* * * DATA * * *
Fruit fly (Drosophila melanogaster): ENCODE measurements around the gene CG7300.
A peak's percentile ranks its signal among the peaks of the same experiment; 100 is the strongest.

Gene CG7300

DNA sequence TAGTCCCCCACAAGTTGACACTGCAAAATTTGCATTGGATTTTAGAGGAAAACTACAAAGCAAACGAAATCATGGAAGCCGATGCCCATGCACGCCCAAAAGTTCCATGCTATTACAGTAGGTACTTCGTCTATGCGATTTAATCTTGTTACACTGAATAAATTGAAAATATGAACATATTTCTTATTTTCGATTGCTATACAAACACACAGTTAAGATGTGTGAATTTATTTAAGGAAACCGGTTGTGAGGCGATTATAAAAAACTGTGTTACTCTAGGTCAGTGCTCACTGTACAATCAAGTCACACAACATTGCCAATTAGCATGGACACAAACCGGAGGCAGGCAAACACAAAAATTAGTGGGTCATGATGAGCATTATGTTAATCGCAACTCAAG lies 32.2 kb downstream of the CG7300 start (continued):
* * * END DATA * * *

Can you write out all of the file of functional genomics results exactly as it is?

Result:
Fruit fly (Drosophila melanogaster): ENCODE measurements around the gene CG7300.
A peak's percentile ranks its signal among the peaks of the same experiment; 100 is the strongest.

Gene CG7300

DNA sequence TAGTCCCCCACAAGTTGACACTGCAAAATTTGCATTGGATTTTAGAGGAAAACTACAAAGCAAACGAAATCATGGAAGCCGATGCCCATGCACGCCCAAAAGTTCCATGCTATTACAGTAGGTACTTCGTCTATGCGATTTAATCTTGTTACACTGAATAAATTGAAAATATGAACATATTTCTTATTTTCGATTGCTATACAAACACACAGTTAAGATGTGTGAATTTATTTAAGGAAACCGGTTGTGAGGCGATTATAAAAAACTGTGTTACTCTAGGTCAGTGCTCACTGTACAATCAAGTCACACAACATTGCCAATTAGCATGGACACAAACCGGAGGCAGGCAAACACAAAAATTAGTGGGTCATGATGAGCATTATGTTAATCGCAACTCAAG lies 32.2 kb downstream of the CG7300 start (continued):